While information security and anti-fraud teams remain on high-alert for potential indicators of income tax fraud, given the rapidly approaching April 18th filing deadline, a lesser-known yet serious threat with ties to both income tax fraud and 2016’s healthcare breaches continues to emerge: health savings account (HSA) fraud.
HSA fraud in and of itself is nothing new, but the threat has evolved substantially in credibility, complexity, and frequency since 2016. More specifically, the unprecedented surplus of stolen medical records currently offered for sale on Deep & Dark Web marketplaces has created financial difficulties for many cybercriminals who have traditionally relied on the profits generated from selling medical personal identifiable information or PII.
Threat actors who purchase so-called "fullz" or full listings of PII, typically utilize this data to commit various types of fraud. However, as demand for bulk medical fullz is not rising in tandem with the increased availability and declining sale prices of such information, many cybercriminals have sought out different ways of identifying the most valuable records for use in more profitable fraudulent activities such as HSA fraud.
This renewed interest in HSA fraud first emerged around September 2016, when one of the most prolific actors attacking healthcare institutions, known as "cr00k," suggested using stolen healthcare information to target valuable HSAs. Such attacks soon grew into an emerging trend among various low-tier cybercriminals in possession of medical PII. In order to identify higher-value HSA accounts, cybercriminals typically utilize various free credit reporting and financial management platforms to access victims’ credit scores and gauge their financial status.
To create or look up accounts on these types of platforms, cybercriminals must be in possession of the victim’s fullz, obtained from compromised healthcare institutions. Some cybercriminals use this information to target valuable HSAs directly whereas others may sell victims’ credit reports packaged with their medical fullz for substantially higher prices. cr00K in particular has been known to sell such information for HSA fraud for as high as $80-$100 per account record; accounts with higher credit scores tend to fetch higher prices, and vice versa.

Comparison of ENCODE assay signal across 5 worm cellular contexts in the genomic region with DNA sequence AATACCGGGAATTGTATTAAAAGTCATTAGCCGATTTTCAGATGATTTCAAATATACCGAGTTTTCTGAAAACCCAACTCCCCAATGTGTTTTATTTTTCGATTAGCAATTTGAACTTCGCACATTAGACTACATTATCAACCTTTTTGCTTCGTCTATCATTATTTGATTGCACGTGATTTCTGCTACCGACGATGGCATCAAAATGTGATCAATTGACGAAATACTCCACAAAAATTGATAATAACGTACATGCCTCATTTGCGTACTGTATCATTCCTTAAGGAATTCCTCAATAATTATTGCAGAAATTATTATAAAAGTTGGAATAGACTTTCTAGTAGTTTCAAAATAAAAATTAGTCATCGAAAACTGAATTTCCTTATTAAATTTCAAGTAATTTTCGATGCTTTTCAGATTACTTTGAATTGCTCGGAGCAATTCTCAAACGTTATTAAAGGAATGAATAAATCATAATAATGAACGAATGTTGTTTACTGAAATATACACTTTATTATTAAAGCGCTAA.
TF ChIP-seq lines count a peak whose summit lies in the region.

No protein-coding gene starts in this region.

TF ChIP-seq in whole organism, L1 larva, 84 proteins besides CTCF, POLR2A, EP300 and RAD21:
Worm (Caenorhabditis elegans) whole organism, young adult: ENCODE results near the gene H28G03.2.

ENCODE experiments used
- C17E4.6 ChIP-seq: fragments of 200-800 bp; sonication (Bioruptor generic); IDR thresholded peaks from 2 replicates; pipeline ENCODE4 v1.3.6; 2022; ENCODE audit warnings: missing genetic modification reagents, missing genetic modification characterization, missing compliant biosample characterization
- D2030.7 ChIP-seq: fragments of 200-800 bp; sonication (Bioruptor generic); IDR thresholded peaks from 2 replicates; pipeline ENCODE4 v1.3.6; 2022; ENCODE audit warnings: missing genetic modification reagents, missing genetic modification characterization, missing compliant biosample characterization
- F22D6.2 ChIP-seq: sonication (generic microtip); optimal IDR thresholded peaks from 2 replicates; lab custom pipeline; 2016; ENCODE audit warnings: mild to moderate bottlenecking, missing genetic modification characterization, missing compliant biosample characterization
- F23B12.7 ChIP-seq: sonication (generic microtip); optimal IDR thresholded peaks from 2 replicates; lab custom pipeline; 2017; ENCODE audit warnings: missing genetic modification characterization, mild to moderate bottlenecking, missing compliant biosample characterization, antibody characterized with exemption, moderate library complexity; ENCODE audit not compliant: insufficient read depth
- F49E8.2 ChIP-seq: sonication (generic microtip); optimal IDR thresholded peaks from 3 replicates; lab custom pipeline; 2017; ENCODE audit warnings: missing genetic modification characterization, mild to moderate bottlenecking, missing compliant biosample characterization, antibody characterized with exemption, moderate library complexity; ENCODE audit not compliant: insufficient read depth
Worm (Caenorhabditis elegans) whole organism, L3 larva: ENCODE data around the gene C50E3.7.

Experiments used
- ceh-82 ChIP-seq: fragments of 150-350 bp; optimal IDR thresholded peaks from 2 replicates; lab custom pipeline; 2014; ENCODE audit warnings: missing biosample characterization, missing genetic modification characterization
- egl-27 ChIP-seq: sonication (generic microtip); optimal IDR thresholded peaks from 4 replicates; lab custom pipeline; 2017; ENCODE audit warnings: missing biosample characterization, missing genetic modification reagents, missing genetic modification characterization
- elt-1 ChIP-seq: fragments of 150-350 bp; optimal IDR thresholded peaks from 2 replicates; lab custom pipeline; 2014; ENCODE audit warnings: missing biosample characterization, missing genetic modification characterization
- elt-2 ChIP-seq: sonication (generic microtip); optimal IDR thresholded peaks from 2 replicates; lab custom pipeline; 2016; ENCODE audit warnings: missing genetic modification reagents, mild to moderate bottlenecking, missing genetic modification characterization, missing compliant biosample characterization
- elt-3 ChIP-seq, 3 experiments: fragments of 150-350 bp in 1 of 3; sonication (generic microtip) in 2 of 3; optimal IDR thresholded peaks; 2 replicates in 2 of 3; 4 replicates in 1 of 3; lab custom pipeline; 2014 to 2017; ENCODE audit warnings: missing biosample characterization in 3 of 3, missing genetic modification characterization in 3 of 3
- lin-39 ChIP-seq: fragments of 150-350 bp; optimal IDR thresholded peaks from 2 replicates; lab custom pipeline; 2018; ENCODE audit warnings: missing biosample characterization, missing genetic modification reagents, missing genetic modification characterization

In addition to the widespread availability of medical fullz on the Deep and Dark Web, the current composition of the US health insurance landscape may also be another factor contributing to cybercriminals’ renewed interest in HSA fraud. As health insurance costs continue to rise, more individuals are opting to purchase high-deductible health insurance plans, which tend to have less expensive monthly premiums.
HSAs are only available for individuals covered by high-deductible insurance plans, so as these plans become more popular, HSAs also become more popular. Recent estimates suggest that there are over 20 million existing HSA accounts that hold nearly $37 billion in assets, which represents a year-over-year increase of 22% for HSA assets and 20% for accounts. These figures raise concerns over the potentially larger population of individuals susceptible to HSA fraud, which remains more difficult for both victims and financial institutions to detect and mitigate for three reasons: